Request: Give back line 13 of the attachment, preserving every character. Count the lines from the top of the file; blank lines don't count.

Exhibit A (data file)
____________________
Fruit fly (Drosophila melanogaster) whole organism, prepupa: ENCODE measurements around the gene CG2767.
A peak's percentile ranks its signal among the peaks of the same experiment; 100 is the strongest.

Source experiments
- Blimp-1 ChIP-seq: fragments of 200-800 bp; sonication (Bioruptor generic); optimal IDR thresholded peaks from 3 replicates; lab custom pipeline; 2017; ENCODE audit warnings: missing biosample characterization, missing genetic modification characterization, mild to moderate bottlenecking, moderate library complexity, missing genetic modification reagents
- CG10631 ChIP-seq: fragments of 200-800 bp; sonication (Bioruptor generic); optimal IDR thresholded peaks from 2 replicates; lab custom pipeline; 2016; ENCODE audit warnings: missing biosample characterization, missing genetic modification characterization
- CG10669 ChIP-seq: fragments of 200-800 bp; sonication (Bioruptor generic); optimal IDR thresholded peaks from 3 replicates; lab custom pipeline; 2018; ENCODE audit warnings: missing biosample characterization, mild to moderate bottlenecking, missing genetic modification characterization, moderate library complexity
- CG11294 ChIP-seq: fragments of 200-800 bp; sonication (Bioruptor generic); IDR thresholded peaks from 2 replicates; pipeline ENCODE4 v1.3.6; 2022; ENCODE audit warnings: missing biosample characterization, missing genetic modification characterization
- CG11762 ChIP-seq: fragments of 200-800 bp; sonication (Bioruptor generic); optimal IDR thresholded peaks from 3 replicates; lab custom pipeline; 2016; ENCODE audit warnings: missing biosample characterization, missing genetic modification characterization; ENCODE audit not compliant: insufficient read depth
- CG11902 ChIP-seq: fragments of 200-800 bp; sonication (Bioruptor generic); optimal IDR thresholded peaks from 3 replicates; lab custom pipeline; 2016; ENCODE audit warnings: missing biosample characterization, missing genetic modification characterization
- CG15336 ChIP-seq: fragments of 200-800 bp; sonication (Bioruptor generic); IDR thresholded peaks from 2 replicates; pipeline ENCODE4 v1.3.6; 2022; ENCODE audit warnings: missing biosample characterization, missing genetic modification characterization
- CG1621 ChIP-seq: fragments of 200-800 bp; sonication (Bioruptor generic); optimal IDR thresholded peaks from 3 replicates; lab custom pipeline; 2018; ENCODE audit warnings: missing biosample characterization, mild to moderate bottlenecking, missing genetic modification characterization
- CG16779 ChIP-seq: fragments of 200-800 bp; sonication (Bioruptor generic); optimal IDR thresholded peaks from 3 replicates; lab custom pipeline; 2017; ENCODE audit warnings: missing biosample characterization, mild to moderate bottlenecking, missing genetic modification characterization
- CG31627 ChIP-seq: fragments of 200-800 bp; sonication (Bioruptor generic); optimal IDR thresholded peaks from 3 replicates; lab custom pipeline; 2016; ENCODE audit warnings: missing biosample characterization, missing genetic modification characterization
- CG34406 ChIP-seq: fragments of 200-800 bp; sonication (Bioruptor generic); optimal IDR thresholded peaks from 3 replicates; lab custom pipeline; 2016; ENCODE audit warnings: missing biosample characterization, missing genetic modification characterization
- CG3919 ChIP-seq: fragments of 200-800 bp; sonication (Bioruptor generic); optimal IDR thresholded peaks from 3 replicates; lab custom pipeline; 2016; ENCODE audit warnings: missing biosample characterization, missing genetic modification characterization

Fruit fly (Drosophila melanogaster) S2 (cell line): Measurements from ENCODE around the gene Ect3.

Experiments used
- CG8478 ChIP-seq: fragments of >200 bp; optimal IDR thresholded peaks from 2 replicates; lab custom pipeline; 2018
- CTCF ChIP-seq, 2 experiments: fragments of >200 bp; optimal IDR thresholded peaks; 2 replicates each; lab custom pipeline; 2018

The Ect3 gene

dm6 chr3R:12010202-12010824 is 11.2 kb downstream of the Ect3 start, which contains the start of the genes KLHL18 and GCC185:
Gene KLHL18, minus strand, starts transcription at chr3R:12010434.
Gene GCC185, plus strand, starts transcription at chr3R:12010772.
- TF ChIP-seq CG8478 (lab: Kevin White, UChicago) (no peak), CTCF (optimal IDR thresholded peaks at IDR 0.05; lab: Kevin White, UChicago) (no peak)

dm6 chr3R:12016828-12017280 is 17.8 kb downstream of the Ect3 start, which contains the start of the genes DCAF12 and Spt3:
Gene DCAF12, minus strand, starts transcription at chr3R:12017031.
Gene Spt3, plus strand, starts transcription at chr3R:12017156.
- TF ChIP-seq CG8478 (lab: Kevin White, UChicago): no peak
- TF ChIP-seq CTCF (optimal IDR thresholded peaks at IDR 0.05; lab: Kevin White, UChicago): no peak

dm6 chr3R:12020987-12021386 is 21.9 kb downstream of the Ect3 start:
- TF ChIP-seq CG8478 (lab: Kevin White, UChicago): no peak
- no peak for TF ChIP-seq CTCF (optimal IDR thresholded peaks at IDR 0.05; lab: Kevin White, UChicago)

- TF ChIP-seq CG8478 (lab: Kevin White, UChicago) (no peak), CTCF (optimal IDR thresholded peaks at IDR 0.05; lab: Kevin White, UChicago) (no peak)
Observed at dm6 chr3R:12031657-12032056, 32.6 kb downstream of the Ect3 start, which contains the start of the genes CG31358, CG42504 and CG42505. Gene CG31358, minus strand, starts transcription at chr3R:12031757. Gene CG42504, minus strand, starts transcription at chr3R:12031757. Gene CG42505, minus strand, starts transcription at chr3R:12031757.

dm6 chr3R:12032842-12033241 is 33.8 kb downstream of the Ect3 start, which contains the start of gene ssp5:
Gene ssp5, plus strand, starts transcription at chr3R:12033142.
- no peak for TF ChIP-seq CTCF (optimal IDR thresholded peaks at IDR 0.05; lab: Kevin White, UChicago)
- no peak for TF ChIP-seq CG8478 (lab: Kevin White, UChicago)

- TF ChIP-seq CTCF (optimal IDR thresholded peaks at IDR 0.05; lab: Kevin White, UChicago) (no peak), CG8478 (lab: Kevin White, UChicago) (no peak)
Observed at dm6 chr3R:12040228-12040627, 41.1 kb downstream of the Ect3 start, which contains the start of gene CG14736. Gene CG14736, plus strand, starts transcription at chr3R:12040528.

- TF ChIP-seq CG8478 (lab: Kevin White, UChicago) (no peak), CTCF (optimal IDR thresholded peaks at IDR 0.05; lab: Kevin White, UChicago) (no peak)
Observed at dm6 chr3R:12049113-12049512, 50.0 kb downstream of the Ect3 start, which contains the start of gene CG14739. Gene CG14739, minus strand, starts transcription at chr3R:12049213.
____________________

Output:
- CG31627 ChIP-seq: fragments of 200-800 bp; sonication (Bioruptor generic); optimal IDR thresholded peaks from 3 replicates; lab custom pipeline; 2016; ENCODE audit warnings: missing biosample characterization, missing genetic modification characterization